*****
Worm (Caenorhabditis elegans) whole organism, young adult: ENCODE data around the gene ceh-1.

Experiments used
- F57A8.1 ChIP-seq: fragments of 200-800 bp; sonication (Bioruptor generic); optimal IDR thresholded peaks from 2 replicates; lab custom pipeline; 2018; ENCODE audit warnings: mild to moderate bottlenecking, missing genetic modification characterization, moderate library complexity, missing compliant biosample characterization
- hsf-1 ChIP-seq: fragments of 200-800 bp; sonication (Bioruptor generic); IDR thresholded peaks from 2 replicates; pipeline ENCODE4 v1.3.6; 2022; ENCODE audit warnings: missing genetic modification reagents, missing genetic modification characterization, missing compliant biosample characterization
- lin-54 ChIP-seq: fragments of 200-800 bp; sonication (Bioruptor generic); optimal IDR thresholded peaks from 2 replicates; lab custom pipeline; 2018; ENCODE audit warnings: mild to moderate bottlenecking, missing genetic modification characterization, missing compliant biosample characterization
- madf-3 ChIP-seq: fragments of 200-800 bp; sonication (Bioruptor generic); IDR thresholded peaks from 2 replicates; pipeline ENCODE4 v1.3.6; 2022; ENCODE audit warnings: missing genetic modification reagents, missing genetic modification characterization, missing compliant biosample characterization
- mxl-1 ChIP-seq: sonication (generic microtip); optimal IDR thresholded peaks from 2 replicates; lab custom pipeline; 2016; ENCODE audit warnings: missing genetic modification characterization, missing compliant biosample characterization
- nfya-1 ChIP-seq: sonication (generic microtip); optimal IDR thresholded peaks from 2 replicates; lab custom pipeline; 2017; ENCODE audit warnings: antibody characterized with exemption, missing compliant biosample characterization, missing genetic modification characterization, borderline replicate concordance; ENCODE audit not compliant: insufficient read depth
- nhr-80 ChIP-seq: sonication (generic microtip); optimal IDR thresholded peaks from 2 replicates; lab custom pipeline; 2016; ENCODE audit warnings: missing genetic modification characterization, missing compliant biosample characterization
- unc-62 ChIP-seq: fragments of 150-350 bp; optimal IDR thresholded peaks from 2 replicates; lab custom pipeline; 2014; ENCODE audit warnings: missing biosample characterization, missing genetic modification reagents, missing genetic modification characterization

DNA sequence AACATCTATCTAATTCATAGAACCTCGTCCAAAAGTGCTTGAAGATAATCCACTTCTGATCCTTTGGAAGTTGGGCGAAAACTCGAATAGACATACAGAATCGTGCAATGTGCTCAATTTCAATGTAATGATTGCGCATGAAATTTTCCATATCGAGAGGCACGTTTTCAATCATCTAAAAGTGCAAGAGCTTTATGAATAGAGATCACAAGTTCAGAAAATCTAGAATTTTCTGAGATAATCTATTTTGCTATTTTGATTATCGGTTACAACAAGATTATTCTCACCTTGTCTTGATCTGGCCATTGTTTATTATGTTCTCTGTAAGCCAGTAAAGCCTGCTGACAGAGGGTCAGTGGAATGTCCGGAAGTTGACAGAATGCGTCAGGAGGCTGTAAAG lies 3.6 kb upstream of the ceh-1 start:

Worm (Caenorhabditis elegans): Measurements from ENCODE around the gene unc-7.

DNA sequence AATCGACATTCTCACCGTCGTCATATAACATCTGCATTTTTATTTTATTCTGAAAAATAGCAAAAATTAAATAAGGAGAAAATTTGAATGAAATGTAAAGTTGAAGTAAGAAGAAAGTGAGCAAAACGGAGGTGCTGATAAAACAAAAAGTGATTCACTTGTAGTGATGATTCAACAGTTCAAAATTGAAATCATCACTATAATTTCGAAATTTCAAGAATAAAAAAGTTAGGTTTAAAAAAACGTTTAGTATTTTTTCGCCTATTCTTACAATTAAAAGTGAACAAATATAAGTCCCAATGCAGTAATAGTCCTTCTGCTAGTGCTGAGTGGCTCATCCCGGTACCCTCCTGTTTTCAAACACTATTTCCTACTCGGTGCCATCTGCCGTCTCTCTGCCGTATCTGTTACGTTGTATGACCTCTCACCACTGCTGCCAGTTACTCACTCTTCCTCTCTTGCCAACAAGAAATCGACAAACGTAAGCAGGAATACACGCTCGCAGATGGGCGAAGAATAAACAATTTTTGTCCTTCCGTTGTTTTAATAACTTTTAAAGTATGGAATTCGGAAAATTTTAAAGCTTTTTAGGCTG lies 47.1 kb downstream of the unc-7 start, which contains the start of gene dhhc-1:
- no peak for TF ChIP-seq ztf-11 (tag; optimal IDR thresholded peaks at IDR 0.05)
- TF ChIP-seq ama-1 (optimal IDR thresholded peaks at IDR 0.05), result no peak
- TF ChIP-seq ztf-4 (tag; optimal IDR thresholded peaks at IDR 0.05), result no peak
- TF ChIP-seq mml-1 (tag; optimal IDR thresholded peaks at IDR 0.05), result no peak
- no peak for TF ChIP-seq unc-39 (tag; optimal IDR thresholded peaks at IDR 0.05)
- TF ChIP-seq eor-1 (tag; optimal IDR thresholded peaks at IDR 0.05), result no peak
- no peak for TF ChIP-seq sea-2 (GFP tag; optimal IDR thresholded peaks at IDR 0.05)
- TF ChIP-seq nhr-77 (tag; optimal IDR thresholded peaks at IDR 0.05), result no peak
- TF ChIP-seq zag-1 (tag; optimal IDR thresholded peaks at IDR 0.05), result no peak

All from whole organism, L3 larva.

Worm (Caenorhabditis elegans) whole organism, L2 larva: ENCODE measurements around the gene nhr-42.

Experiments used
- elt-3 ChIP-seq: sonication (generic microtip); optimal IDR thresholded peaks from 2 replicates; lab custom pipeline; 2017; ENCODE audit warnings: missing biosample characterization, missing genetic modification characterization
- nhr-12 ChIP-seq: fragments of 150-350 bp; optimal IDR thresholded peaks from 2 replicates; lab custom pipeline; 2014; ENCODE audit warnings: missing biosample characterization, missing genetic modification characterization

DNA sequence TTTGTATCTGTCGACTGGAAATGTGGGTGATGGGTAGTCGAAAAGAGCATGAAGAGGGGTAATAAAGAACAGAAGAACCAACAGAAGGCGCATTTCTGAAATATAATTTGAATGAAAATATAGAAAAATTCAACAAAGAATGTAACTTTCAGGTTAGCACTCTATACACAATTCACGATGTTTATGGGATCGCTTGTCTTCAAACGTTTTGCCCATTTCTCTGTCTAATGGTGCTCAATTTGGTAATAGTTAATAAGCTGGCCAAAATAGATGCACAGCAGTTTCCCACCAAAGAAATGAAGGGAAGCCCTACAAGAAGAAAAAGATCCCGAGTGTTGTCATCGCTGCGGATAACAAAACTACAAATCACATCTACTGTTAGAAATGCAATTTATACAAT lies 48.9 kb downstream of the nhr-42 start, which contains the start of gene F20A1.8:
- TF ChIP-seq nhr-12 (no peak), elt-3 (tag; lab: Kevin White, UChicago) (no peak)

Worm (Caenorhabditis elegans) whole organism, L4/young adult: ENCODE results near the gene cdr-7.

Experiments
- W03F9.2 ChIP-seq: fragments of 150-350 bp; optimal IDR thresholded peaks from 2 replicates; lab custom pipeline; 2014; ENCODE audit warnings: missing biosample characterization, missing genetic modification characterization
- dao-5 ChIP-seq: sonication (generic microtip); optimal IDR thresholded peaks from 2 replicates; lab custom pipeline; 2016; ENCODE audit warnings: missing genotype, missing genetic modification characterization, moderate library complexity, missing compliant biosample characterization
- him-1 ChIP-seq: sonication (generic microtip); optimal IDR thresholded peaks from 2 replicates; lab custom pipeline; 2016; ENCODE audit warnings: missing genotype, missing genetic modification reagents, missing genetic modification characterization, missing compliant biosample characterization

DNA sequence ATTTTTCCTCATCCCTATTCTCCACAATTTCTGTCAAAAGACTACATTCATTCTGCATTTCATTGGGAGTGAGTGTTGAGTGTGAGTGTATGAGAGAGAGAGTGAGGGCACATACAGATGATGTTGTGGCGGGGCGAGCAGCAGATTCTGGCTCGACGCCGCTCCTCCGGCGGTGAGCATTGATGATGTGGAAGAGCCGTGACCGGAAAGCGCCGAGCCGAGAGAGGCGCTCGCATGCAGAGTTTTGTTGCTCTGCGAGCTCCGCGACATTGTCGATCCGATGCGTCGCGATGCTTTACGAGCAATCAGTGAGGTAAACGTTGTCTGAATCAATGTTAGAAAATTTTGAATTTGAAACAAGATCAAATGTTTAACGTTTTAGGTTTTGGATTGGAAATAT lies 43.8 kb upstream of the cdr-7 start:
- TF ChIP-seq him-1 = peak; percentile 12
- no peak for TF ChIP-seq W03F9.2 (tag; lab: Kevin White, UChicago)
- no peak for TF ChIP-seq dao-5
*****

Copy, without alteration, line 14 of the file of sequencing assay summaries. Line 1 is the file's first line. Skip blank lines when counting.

- no peak for TF ChIP-seq ztf-11 (tag; optimal IDR thresholded peaks at IDR 0.05)